Momentum - October 2019 - 6
Photo credit: David Gaitan
Weight buildup of glider components. Total weight: 8.5 oz.
AVL and VORSTAB are both Fortran codes that were
used extensively to conduct aerodynamic and stability
& control analysis to determine if this shape of vehicle
was even possible. They necessitated adding wingtip
extensions, turning the configuration into a "cranked
delta," and making the leading edges of the triangular
wedge an acute angle to the top flat face to take
advantage of vortex lift. Elevons appended to the rear
edge of the triangle added controllability while a tall
rudder added directional stability-both essential for
controllable flight from deployment to the ground. These
elements together would create the "starship" design.
However, the unconventional design involved significant
risk to the project. Without any precedence, no one knew
whether this configuration would actually glide well, let
alone be controllable by an autopilot. Yet, this was the
exact innovative thinking that drove the team's success.
It wasn't without iteration or hard work that the final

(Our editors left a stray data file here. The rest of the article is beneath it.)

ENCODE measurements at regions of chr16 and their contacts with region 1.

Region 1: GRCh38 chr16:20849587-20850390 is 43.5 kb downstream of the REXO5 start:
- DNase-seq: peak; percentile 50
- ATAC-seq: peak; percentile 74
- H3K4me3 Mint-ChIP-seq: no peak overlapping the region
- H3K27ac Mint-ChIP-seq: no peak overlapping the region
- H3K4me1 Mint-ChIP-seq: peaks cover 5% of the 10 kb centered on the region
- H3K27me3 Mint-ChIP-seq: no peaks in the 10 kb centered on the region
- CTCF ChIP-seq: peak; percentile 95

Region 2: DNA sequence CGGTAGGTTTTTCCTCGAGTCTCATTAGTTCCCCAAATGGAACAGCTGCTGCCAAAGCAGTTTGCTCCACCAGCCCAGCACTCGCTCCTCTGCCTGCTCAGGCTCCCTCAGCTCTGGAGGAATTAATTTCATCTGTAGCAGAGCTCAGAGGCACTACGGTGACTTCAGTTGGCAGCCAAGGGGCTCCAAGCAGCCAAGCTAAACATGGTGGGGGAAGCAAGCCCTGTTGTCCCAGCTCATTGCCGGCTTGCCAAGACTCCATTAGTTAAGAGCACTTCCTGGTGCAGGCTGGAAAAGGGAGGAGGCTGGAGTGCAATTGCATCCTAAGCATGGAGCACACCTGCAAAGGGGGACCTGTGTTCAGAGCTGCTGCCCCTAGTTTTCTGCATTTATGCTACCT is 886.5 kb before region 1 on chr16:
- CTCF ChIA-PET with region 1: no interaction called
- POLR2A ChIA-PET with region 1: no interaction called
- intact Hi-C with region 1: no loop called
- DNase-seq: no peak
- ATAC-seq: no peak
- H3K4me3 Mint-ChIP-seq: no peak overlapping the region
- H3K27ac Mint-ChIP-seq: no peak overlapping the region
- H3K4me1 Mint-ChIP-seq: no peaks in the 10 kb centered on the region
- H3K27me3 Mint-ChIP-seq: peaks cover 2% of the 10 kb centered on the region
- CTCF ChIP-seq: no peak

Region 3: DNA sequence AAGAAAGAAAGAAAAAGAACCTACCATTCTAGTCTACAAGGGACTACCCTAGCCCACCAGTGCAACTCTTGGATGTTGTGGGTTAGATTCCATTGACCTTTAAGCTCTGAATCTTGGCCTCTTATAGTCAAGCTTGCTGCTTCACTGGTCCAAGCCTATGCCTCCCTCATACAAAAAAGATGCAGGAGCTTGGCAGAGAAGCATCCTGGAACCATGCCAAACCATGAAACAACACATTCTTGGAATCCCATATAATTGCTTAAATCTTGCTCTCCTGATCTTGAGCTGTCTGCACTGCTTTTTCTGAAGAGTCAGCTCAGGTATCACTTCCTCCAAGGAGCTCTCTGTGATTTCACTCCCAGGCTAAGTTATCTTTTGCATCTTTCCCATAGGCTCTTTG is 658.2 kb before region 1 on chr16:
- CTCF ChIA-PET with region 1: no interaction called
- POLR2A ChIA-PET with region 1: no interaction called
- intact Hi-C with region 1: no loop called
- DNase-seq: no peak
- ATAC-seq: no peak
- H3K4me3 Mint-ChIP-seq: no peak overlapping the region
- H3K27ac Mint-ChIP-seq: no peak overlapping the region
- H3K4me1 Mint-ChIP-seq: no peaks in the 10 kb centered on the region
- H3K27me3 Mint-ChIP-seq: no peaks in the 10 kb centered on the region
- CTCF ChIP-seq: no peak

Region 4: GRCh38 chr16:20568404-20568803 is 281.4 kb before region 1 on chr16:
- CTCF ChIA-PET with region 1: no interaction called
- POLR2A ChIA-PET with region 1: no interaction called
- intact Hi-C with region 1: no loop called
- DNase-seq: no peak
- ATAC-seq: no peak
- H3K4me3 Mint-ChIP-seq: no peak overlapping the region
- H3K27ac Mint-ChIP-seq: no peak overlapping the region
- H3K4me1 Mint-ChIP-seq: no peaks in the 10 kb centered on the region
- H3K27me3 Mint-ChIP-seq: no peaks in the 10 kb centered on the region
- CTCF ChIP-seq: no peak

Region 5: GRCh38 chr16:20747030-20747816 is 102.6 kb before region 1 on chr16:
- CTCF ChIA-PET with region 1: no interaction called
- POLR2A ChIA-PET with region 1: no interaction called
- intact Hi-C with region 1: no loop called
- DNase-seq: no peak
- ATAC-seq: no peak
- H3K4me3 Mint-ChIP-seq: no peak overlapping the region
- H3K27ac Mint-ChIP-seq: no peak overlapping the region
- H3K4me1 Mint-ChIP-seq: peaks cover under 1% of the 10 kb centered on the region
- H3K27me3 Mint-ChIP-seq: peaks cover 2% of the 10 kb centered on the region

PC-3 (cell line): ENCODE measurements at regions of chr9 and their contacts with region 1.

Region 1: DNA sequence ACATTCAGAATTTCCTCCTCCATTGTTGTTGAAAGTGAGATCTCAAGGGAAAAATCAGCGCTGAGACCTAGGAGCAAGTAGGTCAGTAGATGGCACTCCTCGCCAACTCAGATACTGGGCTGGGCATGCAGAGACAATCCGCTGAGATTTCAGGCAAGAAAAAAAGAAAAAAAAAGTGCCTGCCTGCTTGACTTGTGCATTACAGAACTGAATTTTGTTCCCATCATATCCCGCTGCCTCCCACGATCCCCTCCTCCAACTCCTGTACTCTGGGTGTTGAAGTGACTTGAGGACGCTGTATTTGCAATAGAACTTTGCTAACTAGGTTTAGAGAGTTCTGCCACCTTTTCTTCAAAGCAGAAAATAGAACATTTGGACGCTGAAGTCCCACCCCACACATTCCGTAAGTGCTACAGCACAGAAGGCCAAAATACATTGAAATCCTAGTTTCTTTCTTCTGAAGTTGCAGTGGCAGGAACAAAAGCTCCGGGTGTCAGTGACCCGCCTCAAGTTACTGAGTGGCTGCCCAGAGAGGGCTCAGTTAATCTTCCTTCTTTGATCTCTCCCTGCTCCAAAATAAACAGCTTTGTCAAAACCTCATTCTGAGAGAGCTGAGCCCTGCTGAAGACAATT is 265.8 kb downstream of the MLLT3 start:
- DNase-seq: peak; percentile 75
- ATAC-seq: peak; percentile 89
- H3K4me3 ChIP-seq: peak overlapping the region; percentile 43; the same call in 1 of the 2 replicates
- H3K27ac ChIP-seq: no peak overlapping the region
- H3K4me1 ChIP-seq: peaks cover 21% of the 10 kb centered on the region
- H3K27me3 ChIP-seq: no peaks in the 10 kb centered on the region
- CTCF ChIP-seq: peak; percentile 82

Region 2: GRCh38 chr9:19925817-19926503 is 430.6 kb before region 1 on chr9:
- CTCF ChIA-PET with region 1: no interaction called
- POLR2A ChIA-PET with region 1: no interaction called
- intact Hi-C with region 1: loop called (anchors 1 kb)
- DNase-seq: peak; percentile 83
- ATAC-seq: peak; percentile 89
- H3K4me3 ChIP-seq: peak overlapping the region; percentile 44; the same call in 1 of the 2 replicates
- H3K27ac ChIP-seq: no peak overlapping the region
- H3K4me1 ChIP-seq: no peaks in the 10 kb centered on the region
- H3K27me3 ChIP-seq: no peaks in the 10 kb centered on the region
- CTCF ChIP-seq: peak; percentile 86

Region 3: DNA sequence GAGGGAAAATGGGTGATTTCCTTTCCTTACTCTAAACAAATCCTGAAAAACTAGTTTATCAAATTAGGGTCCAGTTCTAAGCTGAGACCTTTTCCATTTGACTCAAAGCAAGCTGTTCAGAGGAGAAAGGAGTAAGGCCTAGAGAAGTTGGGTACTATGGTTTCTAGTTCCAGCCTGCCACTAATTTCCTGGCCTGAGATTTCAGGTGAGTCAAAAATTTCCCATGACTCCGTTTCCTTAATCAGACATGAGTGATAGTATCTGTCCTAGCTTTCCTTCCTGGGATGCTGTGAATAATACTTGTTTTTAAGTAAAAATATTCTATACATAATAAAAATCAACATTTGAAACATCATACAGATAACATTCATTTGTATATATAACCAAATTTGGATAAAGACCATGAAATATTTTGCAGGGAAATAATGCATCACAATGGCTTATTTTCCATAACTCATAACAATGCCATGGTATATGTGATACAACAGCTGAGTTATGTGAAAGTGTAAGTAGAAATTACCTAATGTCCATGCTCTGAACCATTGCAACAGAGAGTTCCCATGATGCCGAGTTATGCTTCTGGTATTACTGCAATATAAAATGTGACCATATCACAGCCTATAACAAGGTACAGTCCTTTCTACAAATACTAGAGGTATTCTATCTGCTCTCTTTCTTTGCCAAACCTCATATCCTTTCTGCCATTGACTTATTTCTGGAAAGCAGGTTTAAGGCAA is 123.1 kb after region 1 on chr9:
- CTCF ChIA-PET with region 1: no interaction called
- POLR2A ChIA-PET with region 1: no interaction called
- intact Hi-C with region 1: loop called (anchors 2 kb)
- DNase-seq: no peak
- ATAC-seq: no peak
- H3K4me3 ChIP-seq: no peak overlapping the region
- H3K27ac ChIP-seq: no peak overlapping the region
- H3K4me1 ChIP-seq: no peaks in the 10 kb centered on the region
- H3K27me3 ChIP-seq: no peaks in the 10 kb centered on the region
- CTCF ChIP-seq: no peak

hardware design was reached. Solidworks CAD was used
to design a lightweight balsa-wood structure, arrange
components and payload compactly, and measure center
of gravity. AutoCAD allowed for laser-cut parts to be
produced very quickly and precisely, which increased the
rate of production and subsequent speed of iteration.
Once a new design was built, it was immediately flight
tested, and the results of both the manufacturing process
and flight test were used to design a better model in an
iterative cycle. This cycle continued at least ten times
before the team settled on the final configuration.
The mothership aircraft design and assembly ran in
parallel; however, its conception to flight time was far
greater than that of the glider, necessitating innovative
testing procedures. Flight testing methods began with
a quadrotor aero tow drop and moved to powered
rc aircraft aero tow release to more closely simulate
expected flight conditions.
Flight control software design essentially centered